Florida Counties That Allow RV LivingAnthony Day
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You've finally decided to transition to full-time RV adventure, but now wondering which Florida counties allow RV living?
Waking up in the middle of nature, having breakfast under the trees, and returning to your RV after a day's hike sounds like a wonderful idea, but it isn't as appealing if you're living under constant fear of your RV being towed away because the county you parked in doesn't allow RV living. Considering the possibility that your home might be towed away due to improper parking, one has to wonder, which Florida counties allow RV living?
Florida has 67 counties that allow RV living, but the laws vary by county. There is no state law governing RV living on your own property. Instead, you need to check with your local government. The RV should also be connected to a source of power, water, and an adequate sewage system.
RV occupancy in Florida is subject to local zoning codes. There’s a court case from the 1970s that establishes that.
However, RV life is not as simple as hooking up your RV to a power outlet, especially if you're traveling/living with children in your RV. You have a ton of other requirements you're legally obliged to fulfill, not to mention regulations imposed by the HOA. Luckily, none of those rules and regulations are so strict as to deny you parking, at least for one night.
We gathered and cross-referenced information from various RV-enthusiastic websites and forums to present you with the best possible answer and help you make an informed decision about whether full-time living in an RV is something you would consider.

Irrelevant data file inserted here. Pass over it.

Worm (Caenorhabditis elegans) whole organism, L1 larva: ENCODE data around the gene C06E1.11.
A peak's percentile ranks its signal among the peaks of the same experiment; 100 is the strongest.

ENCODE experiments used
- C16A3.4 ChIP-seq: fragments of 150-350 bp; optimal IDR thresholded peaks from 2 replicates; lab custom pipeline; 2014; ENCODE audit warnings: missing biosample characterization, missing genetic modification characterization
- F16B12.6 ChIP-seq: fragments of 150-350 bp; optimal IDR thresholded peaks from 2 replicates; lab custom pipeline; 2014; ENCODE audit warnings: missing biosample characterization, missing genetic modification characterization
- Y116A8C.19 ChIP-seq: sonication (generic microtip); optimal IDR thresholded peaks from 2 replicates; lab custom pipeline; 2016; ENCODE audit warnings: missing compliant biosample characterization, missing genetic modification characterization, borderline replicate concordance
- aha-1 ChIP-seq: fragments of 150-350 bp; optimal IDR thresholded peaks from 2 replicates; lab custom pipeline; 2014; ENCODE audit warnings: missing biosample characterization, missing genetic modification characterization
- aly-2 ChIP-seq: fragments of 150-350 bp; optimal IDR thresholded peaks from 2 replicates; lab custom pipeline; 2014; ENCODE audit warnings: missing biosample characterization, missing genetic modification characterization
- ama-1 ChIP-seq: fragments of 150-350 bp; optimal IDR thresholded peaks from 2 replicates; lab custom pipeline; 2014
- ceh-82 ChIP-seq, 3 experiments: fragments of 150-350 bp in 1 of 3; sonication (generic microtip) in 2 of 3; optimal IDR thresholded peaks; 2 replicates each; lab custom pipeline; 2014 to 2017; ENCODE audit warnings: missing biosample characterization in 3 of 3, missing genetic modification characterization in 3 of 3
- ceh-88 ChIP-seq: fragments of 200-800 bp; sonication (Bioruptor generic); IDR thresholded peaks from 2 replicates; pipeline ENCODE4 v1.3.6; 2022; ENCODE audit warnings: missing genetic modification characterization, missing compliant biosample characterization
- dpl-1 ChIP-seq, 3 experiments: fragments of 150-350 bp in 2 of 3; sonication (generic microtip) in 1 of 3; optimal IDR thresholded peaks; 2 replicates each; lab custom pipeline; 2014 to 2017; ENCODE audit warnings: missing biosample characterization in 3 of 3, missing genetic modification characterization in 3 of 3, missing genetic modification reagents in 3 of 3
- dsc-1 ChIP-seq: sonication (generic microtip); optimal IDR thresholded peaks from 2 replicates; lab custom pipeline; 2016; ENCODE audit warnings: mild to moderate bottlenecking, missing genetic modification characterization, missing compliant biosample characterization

Florida Counties That Allow RV Living
Florida has 67 counties, all with their unique set of laws dictating specific sets of rules, including but not limited to social arrangements and relationships, business agreements, and crime. Some of them might even have specific laws regarding living in RVs.
Recreational vehicles must also be licensed and insured. But there is no universal state law that states you can live in your RV on property. These decisions are made at the local county level based on strict zoning codes and requirements. This should not be confused with RV camping, which has Florida law requirements to operate that are determined at the state level.
Many local ordinances and HOA rules require your RV to be connected to utilities — power, water, and sewage systems. But the state laws do not override any county or local ordinances. All Florida counties are free to allow RV living in accordance with their own individual laws.
There are also certain conditions that have to be met, and depending on where you live. You might have to comply with local Home Owner's Association (HOA) rules. An RV park operates a little differently with more friendly rules for guests than when you park on your own property too.
In general, it’s legal to live in your RV full time in Florida if you meet some or all of the following requirements. But always remember to contact local authorities or the local government first to find out their individual requirements.
- The RV must be connected to utilities like power, water, and sewage.
- RV owners can park no more than one RV vehicle on their private property.
- The parked RV has to be owned or rented by the owner, or at the very least a tenant of the property used for parking.
- The RV can be owned by a visitor who is a Florida non-resident and is granted parking by the owner of the tenant of the property. However, the parkin period in those cases can't exceed 14 days.
- The RV must be kept or parked in the rear or on the side of the residential home, behind the line from the building's front that's the furthest away from the street, but no further from the line of the front of the building that's nearest to the street.
- The RV must be at least as far from the property's sidelines as the main building must be from its side, and it must also be no closer than 10 feet from the back property line.
- The parking lot, as well as any camping equipment, must be kept tidy, well-maintained, and presentable. They must also always be in working order.